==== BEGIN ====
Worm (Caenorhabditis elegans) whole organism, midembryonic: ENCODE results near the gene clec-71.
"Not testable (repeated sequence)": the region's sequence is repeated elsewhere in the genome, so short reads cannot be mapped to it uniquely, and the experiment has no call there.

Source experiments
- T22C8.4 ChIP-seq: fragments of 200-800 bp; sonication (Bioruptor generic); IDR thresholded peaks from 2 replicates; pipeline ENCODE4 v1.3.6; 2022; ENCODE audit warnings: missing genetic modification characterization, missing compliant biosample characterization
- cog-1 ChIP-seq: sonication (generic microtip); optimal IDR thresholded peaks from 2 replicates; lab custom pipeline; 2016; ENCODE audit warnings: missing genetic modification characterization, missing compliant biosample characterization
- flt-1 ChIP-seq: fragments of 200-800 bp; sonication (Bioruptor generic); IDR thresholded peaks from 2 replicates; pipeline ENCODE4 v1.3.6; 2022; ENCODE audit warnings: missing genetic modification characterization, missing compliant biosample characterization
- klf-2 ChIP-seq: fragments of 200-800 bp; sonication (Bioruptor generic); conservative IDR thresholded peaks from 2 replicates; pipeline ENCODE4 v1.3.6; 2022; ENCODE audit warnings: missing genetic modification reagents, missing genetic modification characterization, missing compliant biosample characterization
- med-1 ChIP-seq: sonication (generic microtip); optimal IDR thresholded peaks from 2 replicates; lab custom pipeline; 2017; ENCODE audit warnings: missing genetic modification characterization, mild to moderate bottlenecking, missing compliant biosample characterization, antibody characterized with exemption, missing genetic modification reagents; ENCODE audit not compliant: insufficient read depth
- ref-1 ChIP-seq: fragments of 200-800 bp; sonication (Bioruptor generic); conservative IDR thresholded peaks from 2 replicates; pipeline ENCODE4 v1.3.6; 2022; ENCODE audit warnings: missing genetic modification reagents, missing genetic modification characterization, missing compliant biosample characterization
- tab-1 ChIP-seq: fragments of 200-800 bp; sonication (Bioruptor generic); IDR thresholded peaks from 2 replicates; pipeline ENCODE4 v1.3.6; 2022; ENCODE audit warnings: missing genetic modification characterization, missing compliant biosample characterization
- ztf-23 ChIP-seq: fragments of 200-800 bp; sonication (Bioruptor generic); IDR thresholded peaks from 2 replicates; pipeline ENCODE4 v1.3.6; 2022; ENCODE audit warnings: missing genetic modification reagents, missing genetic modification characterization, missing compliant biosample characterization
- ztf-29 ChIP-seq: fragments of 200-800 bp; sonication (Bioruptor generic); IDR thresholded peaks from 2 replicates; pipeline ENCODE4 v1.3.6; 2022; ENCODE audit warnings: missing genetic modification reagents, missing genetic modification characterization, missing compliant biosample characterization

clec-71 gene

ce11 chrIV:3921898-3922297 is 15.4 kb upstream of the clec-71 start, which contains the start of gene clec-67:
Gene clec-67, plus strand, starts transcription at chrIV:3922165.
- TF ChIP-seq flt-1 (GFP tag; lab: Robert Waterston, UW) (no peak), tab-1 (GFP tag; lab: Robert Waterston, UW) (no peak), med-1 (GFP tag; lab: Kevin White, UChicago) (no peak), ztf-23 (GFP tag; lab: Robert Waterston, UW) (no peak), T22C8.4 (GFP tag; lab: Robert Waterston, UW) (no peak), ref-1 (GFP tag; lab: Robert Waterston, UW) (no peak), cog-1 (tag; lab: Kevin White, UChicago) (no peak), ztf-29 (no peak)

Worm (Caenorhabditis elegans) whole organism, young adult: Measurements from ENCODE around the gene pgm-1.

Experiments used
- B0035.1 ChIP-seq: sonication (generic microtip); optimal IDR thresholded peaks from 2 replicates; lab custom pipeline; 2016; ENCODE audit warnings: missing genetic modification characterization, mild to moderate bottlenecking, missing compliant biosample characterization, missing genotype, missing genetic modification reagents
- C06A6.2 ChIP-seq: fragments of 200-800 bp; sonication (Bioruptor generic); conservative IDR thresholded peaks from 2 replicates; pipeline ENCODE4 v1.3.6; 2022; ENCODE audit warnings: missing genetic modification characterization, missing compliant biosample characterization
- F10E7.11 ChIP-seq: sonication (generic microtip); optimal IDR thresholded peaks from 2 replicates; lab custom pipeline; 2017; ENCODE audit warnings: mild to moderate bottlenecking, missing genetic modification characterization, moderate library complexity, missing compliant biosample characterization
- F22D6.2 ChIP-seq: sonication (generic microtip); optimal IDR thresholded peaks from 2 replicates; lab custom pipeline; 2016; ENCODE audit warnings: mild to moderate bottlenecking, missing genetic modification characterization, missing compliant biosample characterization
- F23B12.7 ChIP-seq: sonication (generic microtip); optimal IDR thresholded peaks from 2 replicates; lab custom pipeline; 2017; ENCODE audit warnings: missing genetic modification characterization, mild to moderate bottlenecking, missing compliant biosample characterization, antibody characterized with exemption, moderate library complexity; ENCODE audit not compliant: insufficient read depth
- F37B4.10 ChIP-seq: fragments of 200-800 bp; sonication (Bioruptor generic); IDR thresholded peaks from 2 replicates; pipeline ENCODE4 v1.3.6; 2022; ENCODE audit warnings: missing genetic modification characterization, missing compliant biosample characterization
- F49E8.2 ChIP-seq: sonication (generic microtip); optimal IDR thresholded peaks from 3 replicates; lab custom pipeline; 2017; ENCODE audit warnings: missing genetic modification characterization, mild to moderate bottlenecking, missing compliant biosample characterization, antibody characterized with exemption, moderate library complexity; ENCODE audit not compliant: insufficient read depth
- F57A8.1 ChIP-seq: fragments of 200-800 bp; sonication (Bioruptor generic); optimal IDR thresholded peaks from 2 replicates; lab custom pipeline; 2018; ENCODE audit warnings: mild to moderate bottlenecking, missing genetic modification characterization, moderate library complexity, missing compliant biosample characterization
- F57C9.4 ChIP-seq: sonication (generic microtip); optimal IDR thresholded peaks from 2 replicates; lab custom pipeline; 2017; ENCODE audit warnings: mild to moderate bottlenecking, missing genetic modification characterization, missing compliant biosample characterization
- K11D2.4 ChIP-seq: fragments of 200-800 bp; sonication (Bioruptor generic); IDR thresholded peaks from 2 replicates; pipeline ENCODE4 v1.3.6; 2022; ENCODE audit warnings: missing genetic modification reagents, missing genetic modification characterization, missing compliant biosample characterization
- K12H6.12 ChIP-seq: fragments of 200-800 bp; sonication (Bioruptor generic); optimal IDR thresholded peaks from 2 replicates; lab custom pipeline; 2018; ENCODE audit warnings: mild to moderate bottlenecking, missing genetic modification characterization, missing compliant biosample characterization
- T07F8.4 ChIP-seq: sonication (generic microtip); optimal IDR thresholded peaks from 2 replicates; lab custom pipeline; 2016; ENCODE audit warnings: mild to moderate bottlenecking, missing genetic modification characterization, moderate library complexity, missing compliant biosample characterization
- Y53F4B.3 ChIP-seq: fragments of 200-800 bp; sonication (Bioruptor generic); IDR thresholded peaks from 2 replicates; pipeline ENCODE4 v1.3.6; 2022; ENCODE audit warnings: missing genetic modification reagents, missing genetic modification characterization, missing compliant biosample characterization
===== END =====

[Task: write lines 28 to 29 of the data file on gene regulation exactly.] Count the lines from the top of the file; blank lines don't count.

- K11D2.4 ChIP-seq: fragments of 200-800 bp; sonication (Bioruptor generic); IDR thresholded peaks from 2 replicates; pipeline ENCODE4 v1.3.6; 2022; ENCODE audit warnings: missing genetic modification reagents, missing genetic modification characterization, missing compliant biosample characterization
- K12H6.12 ChIP-seq: fragments of 200-800 bp; sonication (Bioruptor generic); optimal IDR thresholded peaks from 2 replicates; lab custom pipeline; 2018; ENCODE audit warnings: mild to moderate bottlenecking, missing genetic modification characterization, missing compliant biosample characterization